New Orleans It was impossible to go anywhere in the United Kingdom without hearing of the woes of tenants and the escalating housing crisis that has gripped young families, workers, and pretty much anyone but the big whoops, particularly outside of the north of England.
Stories abounded. Rents being paid for pantries and garden sheds. Dozens of young people in London not simply overcrowded but living in shifts and sharing beds if one works at night and the other during the day. Rents routinely taking up to half of someone’s paycheck. Not that I can’t hear and read similar stories in New York City and San Francisco and other overheated housing markets especially given the stagnation in wages.
Everywhere ACORN is organizing in the United Kingdom there are lots of issues coming from the local groups as they are being formed, but invariably the desperate and tenuous situation for tenants is either at or near the top. “No fault” evictions leading to displacement, little security of tenure, failure to make repairs, mold, and the list seems to go on and on.
ACORN’s ethical charter campaign success in Bristol and the living rent campaign in Scotland all have attracted attention, support with efforts rising in other ACORN cities in the UK and by other groups. Talking with Betsy Dilmer, the director of Generation Rent, who has been campaigning around tenant issues for several years, before catching the Underground for the airport, her travels around the country have convinced her that there is a lot of opportunity for a tenants’ movement to build now, if the alliances and resources could be cobbled together.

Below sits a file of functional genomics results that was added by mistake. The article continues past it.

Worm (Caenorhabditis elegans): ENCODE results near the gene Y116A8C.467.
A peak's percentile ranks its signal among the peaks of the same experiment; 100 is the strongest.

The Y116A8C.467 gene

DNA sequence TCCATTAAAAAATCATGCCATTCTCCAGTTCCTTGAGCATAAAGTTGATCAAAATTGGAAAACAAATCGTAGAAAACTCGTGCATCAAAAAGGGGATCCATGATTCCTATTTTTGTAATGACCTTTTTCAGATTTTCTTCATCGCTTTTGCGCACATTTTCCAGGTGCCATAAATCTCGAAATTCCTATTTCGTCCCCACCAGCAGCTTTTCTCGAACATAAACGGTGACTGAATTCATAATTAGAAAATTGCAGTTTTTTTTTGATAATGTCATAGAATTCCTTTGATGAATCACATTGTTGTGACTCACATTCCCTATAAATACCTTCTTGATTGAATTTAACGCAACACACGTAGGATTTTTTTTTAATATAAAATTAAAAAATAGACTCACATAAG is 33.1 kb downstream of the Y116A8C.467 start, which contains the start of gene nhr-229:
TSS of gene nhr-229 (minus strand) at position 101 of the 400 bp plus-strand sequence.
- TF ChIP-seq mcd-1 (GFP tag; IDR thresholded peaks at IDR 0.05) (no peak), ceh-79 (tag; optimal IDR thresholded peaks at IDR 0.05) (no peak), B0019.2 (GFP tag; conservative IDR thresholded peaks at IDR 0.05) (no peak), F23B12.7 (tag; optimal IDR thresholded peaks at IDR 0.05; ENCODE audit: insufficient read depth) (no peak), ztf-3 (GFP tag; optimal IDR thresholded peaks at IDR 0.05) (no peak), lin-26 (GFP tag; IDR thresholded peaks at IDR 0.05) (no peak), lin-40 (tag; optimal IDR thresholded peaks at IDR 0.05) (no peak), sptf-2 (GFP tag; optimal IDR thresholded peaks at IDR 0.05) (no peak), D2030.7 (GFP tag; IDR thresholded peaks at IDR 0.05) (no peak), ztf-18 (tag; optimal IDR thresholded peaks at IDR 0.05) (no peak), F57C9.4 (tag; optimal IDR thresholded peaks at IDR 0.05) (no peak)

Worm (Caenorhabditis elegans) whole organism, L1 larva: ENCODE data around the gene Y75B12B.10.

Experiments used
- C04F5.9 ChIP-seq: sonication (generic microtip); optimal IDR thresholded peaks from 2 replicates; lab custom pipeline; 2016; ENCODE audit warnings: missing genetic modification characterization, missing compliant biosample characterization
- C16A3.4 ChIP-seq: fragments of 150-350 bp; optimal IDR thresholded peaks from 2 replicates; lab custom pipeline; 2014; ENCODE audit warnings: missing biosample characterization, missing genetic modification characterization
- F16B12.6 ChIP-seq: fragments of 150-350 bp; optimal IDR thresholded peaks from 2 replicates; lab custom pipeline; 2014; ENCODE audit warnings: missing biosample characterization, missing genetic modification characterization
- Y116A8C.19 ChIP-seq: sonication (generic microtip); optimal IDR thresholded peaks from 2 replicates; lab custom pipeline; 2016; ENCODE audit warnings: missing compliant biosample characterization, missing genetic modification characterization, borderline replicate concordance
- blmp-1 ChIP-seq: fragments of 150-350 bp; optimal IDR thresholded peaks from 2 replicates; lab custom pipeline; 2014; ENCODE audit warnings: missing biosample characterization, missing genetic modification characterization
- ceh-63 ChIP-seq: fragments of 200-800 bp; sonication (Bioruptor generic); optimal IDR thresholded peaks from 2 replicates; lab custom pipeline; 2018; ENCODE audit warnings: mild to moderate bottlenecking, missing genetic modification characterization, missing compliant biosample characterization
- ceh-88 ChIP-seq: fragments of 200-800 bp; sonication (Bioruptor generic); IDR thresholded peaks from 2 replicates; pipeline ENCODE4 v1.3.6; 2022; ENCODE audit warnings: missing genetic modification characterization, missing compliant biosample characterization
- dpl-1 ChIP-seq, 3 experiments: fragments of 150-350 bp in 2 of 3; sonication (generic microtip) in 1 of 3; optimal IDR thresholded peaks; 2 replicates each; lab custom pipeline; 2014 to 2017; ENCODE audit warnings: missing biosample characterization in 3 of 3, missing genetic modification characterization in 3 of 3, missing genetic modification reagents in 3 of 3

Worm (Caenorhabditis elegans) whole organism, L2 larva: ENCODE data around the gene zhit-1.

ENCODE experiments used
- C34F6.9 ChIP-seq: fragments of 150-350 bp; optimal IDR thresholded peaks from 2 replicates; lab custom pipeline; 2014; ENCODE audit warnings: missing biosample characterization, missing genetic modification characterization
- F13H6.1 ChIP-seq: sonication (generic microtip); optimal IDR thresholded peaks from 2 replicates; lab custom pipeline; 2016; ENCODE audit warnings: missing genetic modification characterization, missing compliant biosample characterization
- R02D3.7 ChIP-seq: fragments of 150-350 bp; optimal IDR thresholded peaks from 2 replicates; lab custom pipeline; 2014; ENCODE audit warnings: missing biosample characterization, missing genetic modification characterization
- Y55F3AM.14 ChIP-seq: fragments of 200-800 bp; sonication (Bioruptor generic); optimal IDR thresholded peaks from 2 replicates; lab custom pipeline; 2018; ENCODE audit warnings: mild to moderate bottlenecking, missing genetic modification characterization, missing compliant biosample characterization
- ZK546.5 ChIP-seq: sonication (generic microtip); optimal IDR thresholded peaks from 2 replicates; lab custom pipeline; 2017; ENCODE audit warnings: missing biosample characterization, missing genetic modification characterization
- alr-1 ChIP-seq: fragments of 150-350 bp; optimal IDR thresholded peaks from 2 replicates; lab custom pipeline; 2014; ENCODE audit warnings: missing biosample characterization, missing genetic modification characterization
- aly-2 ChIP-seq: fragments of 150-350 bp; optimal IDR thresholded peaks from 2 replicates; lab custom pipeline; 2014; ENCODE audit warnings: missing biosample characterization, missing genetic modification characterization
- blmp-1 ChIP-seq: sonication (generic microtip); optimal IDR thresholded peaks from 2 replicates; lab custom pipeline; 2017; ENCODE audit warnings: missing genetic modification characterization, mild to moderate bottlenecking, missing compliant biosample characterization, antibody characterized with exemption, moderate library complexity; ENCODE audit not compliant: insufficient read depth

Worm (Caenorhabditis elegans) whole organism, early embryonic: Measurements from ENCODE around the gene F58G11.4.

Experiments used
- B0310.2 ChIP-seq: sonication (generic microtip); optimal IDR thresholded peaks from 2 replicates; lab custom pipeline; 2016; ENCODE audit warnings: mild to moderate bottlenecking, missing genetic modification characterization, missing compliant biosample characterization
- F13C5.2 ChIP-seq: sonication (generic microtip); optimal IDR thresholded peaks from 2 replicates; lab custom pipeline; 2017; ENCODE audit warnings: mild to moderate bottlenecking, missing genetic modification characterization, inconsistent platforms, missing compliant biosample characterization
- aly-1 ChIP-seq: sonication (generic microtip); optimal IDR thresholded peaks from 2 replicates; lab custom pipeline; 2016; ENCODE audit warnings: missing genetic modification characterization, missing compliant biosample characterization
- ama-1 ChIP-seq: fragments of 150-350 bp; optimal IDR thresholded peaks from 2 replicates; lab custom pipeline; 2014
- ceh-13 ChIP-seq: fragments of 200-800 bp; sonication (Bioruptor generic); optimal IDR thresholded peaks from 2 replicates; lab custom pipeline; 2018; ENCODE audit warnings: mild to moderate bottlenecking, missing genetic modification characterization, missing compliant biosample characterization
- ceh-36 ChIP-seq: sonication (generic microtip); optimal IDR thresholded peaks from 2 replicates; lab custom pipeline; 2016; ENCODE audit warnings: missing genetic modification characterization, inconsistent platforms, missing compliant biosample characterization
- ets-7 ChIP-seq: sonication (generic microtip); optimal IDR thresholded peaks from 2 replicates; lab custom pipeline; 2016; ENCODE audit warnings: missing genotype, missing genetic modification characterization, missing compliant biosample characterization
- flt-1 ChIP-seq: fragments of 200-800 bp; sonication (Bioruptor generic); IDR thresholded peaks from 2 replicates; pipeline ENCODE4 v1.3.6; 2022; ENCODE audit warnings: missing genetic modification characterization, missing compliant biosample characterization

Those obstacles are huge in themselves, but there are two others that though they are less concrete would also be mountains to climb towards success: achieving a consensus on what would define victory for a tenants’ movement and embedding a broad sense of entitlement in tenants’ rights sufficient to propel the fight. Given the aggressive moves by the newly elected Conservative government, it would be a grand fight to wage. It’s not hard to see concessions that might be won with a mass-base and aggressive tactics along the lines emerging in Scotland, but moving that base without a deeper commitment to rights-based activity might be harder.
The scarcity of decent, affordable housing is so acute that even those who know they have the right to a six-month lease are unwilling to demand it, knowing there is a line of other wannabe tenants standing behind them if they seem to be anything other than model tenants. I listened to numerous folks talking over a cup of tea or a pint about their interview “strategies” to find flats in such a tight market. There is no balance in the market now, and “no fault” evictions would allow landlords to easily rid themselves of activists making needling demands for repairs and minimum standards of habitability.
In organizing welfare recipients in the National Welfare Rights Organization, we first had to have people accept that they had rights and could be protected from retaliation. The National Tenants’ Organization was organizing at the same time under a patchwork of local and state regulations for private tenants with only protections where people were in federally subsidized housing. NTO despite some promising campaigns and popular support was never able to get the kind of traction it needed and the legacy in the United States is the continued whip hand held by landlords.
Nothing in this work is easy, but a national tenants’ organization or union in the United Kingdom would rank among the more difficult organizing challenges available there these days.